• Sing before you record. Take a look at your script and practice it to the tune of music or sing a favorite song before going on the mic to record an interview. Warm up your voice by doing scales ("Do, Re, Mi, Fa ...") if you'd like. This will not only warm up your voice, but activate those vocal muscles to be able to give you a range for your voice so you don't sound too monotone.

  • Do some mouth exercises. Massage your jaw, open your mouth wide and stick out your tongue, tilt your head up and push your chin toward the ceiling, pretend to chew like a cow, or practice some tongue twisters and emphasize every syllable, consonant and vowel.

    • These are some of my favorite vocal warm-ups and I make sure to say them slowly and mindfully:

      • Whether the weather is cold, or whether the weather is hot, we'll weather the weather whatever the weather, whether we like it or not.

      • Bottle in front of me, frontal lobotomy, bottle in front of me, frontal lobotomy, bottle in front of me, frontal lobotomy.

      • Eleven benevolent elephants met Lily and Lucy in Philadelphia and went to see Camelot in unique New York with guns and drums and drums and guns which they kept in a bodega bodega bodega. They walked for miles and miles and miles until they saw Manny and Nancy, who walked hand in hand as they sang "Many a moon, many a moon, many a moon." They came across brilliant Italian William from Topeka, who kept murmuring, "Mommala Poppala Mommala Poppala." They asked him to join them. Will you William will you William will you William? Can't you won't you don't you William? Did you would you could you William? But William simply said Lilli Lolli Lilli Lolli. Then round the rugged rock the ragged rascal ran, to be among Culligan and calla lilies, to let his tone hum down as easily as a sigh.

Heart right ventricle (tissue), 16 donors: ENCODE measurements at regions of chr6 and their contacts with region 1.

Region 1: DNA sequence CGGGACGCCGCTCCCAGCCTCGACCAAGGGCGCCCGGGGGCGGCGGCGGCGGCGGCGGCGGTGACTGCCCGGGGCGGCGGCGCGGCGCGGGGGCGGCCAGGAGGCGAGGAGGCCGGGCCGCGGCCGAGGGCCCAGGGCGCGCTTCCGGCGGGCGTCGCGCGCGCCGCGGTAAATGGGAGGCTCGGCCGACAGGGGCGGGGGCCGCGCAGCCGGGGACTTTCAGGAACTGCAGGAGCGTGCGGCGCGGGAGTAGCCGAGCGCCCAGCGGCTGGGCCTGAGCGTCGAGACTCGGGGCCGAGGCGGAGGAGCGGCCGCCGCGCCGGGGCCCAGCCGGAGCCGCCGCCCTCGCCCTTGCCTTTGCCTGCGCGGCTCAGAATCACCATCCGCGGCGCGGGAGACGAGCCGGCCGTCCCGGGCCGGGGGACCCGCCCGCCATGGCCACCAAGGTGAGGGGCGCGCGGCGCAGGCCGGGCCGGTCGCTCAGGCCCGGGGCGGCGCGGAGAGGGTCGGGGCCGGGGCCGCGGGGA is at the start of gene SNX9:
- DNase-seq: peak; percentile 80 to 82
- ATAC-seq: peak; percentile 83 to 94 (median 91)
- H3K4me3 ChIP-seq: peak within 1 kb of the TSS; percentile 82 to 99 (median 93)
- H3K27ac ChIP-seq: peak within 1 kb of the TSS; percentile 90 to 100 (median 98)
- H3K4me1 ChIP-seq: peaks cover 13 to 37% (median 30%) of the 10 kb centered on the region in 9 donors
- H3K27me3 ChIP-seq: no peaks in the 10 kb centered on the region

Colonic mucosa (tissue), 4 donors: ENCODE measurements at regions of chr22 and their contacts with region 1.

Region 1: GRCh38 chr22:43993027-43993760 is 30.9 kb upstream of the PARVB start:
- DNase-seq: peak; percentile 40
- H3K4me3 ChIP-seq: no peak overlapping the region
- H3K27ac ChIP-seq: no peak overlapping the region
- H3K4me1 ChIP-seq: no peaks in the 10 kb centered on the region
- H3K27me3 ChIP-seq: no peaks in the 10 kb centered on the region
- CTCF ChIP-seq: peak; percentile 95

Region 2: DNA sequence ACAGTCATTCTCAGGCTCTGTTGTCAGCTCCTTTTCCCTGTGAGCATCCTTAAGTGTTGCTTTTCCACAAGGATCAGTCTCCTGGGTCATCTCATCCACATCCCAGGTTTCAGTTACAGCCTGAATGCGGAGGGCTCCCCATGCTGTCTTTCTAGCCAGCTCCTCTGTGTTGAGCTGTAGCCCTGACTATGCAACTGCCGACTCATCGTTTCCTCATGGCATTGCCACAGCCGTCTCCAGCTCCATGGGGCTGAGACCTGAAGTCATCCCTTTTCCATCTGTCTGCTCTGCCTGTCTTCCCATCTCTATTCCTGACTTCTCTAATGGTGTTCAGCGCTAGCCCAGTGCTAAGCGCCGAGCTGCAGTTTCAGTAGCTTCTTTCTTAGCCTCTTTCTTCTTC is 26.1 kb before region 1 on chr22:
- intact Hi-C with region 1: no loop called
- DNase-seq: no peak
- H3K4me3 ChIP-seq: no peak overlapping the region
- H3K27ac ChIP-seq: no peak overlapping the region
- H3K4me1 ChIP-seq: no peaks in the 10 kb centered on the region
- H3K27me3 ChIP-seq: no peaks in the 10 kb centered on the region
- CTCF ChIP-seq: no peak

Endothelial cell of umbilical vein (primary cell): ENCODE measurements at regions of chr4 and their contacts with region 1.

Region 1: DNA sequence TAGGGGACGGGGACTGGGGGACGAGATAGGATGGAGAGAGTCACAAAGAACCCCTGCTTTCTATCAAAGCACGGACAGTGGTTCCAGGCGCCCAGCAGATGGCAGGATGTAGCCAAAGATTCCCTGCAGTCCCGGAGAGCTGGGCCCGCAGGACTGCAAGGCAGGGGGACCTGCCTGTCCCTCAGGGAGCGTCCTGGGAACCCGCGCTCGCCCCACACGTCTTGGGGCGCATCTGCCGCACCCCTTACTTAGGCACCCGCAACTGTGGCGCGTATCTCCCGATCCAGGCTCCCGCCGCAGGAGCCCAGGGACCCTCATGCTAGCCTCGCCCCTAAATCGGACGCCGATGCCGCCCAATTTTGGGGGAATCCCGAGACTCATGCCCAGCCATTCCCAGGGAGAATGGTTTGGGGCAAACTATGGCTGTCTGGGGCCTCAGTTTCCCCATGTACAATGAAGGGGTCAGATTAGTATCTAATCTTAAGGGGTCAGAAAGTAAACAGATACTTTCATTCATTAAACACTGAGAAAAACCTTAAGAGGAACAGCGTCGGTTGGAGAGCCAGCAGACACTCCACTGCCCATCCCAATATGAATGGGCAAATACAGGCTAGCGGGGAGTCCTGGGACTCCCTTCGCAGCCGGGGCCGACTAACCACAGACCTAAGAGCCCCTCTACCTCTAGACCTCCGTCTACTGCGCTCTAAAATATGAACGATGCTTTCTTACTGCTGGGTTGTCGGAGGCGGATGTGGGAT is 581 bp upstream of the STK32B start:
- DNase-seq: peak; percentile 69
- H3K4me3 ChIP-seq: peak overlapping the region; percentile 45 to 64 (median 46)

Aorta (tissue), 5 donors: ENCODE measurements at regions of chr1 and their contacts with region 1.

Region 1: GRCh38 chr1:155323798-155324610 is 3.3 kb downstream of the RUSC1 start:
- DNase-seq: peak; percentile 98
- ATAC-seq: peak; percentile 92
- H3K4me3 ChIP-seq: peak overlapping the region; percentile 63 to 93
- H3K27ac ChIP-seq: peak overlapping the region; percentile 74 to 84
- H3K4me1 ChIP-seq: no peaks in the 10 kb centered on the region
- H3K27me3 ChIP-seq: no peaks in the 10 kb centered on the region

• There is a tip about eating a green apple before recording to cut down on mouth noises, but it is only a temporary fix and if you're recording for long amounts of time, you may need to keep snacking on green apple slices throughout. It's much easier to avoid excessive mouth noises by staying hydrated with water or simply being aware of them as you're recording.

  • If you're concerned with crutch words and phrases, have a friend listen to your normal speaking pattern and count the number of times you use those phrases. Learn to take pauses instead of using crutch words. (Remember, there's no such thing as dead air on a podcast, we can always edit! And it's easier to edit out a pause than trying to splice and dice into a sentence.)

  • Remember, if your message is good, no one is going to care so much about your voice. Don't let the sound of your own be your hold up in starting or continuing a podcast.

Actionable Tips

  • Learn to love your voice exactly as it is.

  • Remember if you have a podcast, you already have the "perfect" podcast voice.

  • Listen to your episodes and make notes of things you'd like to change in the future.

  • Don't get hung up on trying to create the perfect audio the first time. It takes practice (and editing).

  • Take care of your voice and practice using it to create the sound you would want out of your podcast.


  • Focus on your message and not so much your voice.